By Joan Madden NFL expert
Hey, NFL football fans –
95% of you have no clue what is going on in a football game.
Your eye is on one thing and one thing only: the guy with the football. You scream and yell and cheer and boo and, way too often, you sound like idiots.
So swallow your pride, read up, and learn a little something about what really goes on during a game in the National Football League.
Lesson Number 1: Not all interceptions are created equal
CBS play-by-play guy: Third down and eight-Mark Sanchez takes the snap and…
Hold on. Bad example. Mark Sanchez doesn't know how to play football any better then you do. But, hey, the guy gave us the butt fumble, which might be the funniest play in NFL history. But Sanchez isn't the right guy for our hypothetical play.
So let's try again.
Fox NFL play-by-play guy: Third-down and seven. Eli Manning takes the snap. He takes a five step drop. Protection is good. Eli has plenty of time. Fires it out to the right side for Cruz and... the pass is badly underthown. Intercepted! Picked off by the free safety. Manning never even saw him there. Boy, You have to wonder about that throw. Cruz was wide open deep but Eli hit Eagles' rookie safety Wolff right between the numbers.
Fan at home on the couch: Bleeping bleep bleep. I could have bleeping hit Cruz for a touchdown on that bleeping play. GET YOUR HEAD OUT OF YOUR BLEEPING BLEEP Eli!
Fox NFL color commentator: You have to wonder what Manning was thinking. He threw it right to the guy in the green jersey. I bet he wishes he had that one back.
Fan at home on the couch: Bleeping bleep.
That night, on SportsCenter: The turning point in today's Eagle-Giant game came midway through the 4th quarter. Eli Manning makes one of the worst throws of the year, giving Philadelphia Eagles rookie safety Wolff about the easiest interception as you will ever see. You have to wonder this - What was Manning thinking?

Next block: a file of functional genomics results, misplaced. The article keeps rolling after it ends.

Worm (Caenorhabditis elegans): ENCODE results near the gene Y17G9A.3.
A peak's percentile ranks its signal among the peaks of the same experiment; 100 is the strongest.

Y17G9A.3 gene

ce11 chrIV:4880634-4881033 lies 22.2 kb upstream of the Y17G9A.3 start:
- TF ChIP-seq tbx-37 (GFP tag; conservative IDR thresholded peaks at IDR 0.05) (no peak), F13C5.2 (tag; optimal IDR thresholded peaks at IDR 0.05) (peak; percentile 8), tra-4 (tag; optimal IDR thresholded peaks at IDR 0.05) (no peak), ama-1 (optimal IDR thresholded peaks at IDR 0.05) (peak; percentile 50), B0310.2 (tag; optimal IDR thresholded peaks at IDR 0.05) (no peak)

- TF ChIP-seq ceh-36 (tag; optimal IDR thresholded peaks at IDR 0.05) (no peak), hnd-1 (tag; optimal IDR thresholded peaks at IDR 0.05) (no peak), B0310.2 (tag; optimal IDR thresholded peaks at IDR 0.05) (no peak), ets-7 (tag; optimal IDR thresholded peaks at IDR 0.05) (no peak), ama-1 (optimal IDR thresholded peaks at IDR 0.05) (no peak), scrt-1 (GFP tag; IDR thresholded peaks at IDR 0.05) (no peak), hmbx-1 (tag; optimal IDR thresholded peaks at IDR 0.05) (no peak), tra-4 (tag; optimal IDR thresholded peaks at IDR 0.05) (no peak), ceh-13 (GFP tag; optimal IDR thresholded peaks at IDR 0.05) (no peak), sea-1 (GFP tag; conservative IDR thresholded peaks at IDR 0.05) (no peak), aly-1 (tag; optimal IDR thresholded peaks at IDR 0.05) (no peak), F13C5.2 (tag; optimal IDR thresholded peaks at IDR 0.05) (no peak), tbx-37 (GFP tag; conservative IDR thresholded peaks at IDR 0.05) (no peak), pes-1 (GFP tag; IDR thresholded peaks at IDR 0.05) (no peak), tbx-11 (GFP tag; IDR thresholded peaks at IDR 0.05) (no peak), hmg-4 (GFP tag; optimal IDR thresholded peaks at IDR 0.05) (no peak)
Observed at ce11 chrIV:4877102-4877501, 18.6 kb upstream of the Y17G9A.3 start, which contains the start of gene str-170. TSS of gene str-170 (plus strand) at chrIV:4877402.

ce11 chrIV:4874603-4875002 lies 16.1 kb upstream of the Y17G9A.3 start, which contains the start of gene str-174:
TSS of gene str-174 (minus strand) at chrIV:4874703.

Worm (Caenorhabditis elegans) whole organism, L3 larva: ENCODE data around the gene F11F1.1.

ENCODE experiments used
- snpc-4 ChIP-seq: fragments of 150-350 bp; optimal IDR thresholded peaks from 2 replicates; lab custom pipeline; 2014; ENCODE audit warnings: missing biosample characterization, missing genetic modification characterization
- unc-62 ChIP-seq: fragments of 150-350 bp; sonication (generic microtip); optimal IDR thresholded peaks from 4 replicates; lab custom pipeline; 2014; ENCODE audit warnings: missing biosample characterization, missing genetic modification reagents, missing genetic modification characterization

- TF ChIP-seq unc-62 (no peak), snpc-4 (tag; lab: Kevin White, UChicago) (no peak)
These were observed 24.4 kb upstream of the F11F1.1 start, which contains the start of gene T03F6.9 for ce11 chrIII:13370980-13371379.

* * *
Pretty bad play by Eli, right? Maybe. Maybe not. Because a lot is happening on most pass plays in the NFL. And most of it is way beyond anything the average fan understands.
What if, on our hypothetical play, both the quarterback and the wide receiver have read responsibilities?
If the defense is playing man to man, the receiver runs one route, maybe a stutter step and go.
If, on the other hand, the secondary is in zone coverage or a blended man-zone look (we'll save the nuances for another lesson), then, instead of running a stutter step and go, the receiver's job is to run hard at the corner AS IF it is going to be a long pass over the top of defense (what most of you would call a fly, go, or bomb), and then break the pattern off to a curl just inside the hashmarks, 20-25 yards downfield.
Now, the defense is in fact playing zone, and the free safety reads "deep pass" based on what he is seeing. So he starts to move toward the receiver's side of the field to give over the top help (which is his job in this particular coverage when he reads bomb). Only, based on the play call, the receiver is only pretending to run a deep pattern against this coverage. Instead, if he makes the correct read, he runs cuts off the pattern and curls toward the middle of the field.
The QB, who was reading the coverage too, made his throw based on the pattern the receiver was supposed to run. In our hypothetical, the receiver was supposed to run a curl at 20-25 yards, where he would have been wide open. The QB made the correct read and the right throw, but the receiver screwed up and ran a fly because he either read man coverage or forgot his responsibilites on the play.
Ten yards further downfield from where the receiver should have been wide open, the free safety (who was totally fooled by the play and would have been out of position had the receiver not bleeped up) basically gets hit in the numbers and gets a gift interception. To you the fan on the couch, the QB looks like an idiot. But the real idiots on this play are (a) the receiver, (b) the announcers and analysts, (c) the SportsCenter anchor, and (d) you.
Lesson 1 learned? Good.
By guest blogger Joan Madden, NFL expert.